Another month, another new UK hip-hop talent. Sway, Kano and Plan B have all borne this mantle in recent times, but with the exception of a certain Mr Dylan Mills, none have ever really fulfilled their early promise.
All that could be about to change with Speech Debelle. The 26-year-old Londoner sweetly raps tales of a tough upbringing in the nation’s capital and sets them to some of the most swooningly gorgeous melodies you’re likely to hear all year. It doesn’t take a genius to see her potential to become a huge name this year.
Like a lot of UK rap, Speech’s stories can be rather grim. Take opening track Searching, which recounts her time living in a homeless hostel sharing with rats, cats and a crack-addicted mother. It should be enough to make you slit your wrists before the chorus has even kicked in, but the lovely, jazzy tune carries it along beautifully.
It’s a similar story throughout the album – cheating boyfriends, gangsta wannabes and an absent father all come under Debelle’s unblinking, articulate gaze, giving the album a steely, gritty undercurrent that stops it from ever slipping into radio-friendly blandness.
Speech Therapy is an album of contrasts in many ways. Take Micachu‘s appearance on Better Days for example, her deep murmurings proving the perfect foil to Debelle’s brighter, lighter rap. There’s also The Key, which would be a contender for brightest pop song of the year, were it not for the eerie, gurgling saxophone in the background throughout.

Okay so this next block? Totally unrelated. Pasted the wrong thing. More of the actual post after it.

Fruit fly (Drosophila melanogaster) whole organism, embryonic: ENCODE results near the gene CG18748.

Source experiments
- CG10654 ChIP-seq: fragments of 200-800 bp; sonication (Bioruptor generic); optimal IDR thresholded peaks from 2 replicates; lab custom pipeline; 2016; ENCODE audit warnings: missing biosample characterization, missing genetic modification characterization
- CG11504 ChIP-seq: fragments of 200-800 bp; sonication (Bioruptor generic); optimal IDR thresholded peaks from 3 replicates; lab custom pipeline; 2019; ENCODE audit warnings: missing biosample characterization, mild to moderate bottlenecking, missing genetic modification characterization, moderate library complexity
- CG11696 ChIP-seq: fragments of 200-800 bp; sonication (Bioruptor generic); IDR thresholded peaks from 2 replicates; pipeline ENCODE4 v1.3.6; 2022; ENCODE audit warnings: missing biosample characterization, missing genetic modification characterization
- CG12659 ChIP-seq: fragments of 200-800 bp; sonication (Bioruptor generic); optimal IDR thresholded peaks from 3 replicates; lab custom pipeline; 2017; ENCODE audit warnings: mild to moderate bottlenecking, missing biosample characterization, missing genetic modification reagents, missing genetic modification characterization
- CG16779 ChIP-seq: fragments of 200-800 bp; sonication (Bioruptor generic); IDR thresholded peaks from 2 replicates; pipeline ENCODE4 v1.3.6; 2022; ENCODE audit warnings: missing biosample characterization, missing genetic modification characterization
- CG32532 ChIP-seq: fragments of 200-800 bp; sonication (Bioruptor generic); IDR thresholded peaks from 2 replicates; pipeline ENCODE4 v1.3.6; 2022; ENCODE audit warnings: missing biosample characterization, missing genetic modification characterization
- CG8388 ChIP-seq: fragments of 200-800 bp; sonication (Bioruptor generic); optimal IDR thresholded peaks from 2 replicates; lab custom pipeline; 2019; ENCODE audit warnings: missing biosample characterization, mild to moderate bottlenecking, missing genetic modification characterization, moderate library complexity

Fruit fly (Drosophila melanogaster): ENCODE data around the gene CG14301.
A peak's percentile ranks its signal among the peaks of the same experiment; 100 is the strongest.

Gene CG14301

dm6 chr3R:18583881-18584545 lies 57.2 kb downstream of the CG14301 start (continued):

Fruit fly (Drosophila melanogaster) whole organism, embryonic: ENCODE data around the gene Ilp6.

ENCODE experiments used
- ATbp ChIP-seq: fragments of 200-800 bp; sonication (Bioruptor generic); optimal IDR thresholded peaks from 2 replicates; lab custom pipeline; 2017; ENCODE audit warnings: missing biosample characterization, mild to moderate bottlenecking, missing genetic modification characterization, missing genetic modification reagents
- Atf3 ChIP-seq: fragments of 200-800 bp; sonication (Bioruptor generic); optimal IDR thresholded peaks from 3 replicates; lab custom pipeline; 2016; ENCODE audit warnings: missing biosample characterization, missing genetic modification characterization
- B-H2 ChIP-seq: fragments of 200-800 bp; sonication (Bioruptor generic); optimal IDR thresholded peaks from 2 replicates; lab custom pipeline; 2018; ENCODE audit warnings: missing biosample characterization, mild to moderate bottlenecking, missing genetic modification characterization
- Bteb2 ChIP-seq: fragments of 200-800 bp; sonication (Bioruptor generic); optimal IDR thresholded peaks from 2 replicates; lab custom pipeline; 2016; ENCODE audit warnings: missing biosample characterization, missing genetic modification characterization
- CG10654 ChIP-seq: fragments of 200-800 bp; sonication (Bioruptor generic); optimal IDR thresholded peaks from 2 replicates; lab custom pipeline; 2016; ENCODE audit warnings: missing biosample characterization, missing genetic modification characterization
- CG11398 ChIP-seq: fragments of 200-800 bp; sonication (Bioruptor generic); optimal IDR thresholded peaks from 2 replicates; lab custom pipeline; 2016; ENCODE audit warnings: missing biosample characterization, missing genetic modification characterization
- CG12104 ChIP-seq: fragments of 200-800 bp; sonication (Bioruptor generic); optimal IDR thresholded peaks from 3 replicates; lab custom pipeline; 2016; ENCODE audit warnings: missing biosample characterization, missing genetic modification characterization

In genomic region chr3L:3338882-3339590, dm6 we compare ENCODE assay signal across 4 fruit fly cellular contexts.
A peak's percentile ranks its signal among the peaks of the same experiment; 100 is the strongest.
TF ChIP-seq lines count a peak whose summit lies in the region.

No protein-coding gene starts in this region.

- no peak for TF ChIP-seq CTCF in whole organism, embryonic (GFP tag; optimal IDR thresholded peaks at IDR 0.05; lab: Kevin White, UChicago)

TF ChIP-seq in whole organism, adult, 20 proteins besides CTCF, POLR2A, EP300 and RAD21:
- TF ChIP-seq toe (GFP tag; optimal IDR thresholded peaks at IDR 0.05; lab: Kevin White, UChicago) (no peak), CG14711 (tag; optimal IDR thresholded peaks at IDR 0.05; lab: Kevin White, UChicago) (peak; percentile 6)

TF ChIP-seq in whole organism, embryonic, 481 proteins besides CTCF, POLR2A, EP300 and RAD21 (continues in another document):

Although the majority of Debelle’s material is politically and socially aware, she’s at her best on the more personal Go Then Bye, possibly the most painfully honest break-up song since The Streets‘ Dry Your Eyes (check out Esser‘s bonkers remix of this track too). Although references to Facebook could make it anachronistic in a couple of years’ time, it’s impossible not to be moved by Debelle’s vulnerable delivery.
Honesty drips through Daddy’s Little Girl too, a cathartic and affecting rant at a father who walked out on Debelle and her mother at a young age. “Daddy I think I love you because I hate you so much I must love you” it starts, before spiralling into an almost stream-of-consciousness rap. If ever there’s a track that sums up the album’s title, this is it.
As well as Micachu, there’s also a guest appearance from labelmate Roots Manuva, who lends his unmistakable tones to Wheels In Motion, while Spinnin’ is so bright and upbeat it should be compulsory listening in the midst of a recession: “They say these are tough times, I say you ain’t gotta tell me, I’m tired of opening the papers, I don’t even watch the TV”. It’s so catchy and contagious that it makes for the perfect song to dance your money woes away to.
While it’s true that some of the songs are almost too light and fluffy – Buddy Love almost floats away, for instance – and sometimes her rhymes are somewhat primitive (rhyming ‘issues’ with ’tissues’ for example), these are minor criticisms. Speech Therapy is a startlingly good debut album from a woman who could well be the biggest thing in UK hip-hop for many a long year.